Incidental Abdominal Radiologic Finding

An incidental abdominal radiologic finding happens during an imaging exam of your abdominal region. The finding is an abnormality, and it is incidental because it is unrelated to the reason your caregiver prescribed the exam. The abnormality is usually a very small mass or scar tissue.

With newer imaging tests and technologies, it is becoming more common to find small masses and tissue when looking for other things. These findings can sometimes be related to undiagnosed illness. Although many are not a cause for concern, it is always a good idea to talk to your caregiver about what was found.


Incidental abdominal radiologic findings are often located in the kidneys or liver, but they can also be found in the gallbladder, adrenal glands, intestines and other surrounding organs and tissues. There are many types of masses and tissue abnormalities that can be detected during an imaging test:

  • Lesions. Changes in tissue due to infection, tissue death, or trauma.

  • Cysts. Sacs filled with fluid or some other substance.

  • Tumors. Noncancerous or cancerous solid formation.


Additional tests may be needed when the finding is first noted. After these tests, your caregiver may request periodic follow-up tests to determine if any changes are occuring. Tests may include:

  • A physical exam.

  • Blood tests.

  • Urine tests.

  • Imaging tests, such as abdominal ultrasonography, computerized X-ray scan (computed tomography, CT), and computerized magnetic scan (MRI).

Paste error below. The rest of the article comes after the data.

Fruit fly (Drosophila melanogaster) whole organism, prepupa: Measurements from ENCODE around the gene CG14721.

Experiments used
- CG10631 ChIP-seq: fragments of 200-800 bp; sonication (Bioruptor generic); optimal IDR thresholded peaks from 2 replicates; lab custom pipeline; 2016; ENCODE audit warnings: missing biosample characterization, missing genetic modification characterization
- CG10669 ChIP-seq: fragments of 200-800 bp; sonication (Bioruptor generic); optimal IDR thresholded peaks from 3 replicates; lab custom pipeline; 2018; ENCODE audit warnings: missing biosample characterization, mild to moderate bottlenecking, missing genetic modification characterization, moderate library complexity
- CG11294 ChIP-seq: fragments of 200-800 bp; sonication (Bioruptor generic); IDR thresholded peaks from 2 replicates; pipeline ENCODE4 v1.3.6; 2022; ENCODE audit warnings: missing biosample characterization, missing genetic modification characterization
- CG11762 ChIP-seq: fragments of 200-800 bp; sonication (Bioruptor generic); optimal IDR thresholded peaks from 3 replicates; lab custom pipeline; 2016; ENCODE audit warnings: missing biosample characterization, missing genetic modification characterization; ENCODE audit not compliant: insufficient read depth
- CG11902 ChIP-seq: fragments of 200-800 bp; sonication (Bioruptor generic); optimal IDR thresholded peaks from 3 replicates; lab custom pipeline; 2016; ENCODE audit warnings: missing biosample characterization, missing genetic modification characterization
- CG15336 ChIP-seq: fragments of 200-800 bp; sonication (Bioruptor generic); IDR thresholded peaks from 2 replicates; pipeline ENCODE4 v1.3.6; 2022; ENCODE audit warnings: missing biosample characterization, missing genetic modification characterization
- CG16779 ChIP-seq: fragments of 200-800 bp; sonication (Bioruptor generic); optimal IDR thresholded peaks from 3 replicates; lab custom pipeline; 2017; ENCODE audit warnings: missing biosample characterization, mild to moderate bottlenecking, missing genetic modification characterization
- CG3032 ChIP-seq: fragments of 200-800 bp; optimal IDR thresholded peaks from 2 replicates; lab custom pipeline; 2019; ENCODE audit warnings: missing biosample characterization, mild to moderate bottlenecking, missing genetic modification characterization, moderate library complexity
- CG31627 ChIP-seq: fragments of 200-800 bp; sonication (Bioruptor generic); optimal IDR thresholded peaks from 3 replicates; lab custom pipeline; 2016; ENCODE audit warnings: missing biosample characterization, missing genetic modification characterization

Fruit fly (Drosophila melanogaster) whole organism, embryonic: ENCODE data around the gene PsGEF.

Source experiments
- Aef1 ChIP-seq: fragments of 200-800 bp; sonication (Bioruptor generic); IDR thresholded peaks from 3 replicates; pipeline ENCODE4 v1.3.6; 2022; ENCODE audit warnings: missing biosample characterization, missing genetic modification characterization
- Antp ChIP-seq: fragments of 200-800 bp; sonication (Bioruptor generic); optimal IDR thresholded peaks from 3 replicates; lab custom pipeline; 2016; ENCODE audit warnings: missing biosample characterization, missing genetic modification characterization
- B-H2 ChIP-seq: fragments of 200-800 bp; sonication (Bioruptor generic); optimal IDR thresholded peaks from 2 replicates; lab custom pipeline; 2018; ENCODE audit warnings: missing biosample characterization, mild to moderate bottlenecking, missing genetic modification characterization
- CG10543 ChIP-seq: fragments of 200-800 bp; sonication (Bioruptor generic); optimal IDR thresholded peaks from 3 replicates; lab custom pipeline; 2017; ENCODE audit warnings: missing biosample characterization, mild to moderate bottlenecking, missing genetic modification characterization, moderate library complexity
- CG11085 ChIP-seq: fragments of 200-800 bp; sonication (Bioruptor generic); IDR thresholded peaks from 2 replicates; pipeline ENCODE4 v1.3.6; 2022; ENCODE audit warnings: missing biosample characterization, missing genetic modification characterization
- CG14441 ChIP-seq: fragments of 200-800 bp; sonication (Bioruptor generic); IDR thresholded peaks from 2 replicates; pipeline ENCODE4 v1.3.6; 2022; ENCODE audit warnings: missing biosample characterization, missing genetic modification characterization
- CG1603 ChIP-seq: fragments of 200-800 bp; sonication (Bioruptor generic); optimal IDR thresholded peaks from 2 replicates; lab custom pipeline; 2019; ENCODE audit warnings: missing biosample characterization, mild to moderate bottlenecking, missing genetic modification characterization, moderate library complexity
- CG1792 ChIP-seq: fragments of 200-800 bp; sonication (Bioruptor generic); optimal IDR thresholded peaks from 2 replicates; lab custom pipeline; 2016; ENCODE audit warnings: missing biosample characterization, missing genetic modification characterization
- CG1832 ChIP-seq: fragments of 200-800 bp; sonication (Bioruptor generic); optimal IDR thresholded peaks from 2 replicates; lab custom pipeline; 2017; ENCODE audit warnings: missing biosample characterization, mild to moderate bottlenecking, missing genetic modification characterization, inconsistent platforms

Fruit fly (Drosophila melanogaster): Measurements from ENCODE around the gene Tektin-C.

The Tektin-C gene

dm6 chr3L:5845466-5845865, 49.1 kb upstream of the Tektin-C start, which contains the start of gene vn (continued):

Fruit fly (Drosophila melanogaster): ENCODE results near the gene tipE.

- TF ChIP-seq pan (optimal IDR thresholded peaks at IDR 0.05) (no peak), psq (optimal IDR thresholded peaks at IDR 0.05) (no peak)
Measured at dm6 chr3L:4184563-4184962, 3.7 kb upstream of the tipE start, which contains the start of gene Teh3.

• Biopsy.


Treatment, if any, varies and depends on:

  • The cause.

  • Location.

  • Size.

  • Appearance of the finding.

Treatment will also depend on your age and underlying conditions or symptoms. Treatment may include:

  • Watchful waiting, with periodic examination and testing.

  • Treatments to reduce the size of the mass or abnormality.

  • Surgical removal of the mass or abnormality.


See your caregiver for follow-up exams as directed. Your caregiver will let you know if this is routine follow-up or if there is a reason for concern. Early detection can be very beneficial to you.

Follow up with your caregiver to find out the results of your tests. Not all test results may be available during your visit. If your test results are not back during the visit, make an appointment with your caregiver to find out the results. Do not assume everything is normal if you have not heard from your caregiver or the medical facility. It is important for you to follow up on all of your test results.


  • Understand these instructions.

  • Will watch your condition.

  • Will get help right away if you are not doing well or get worse.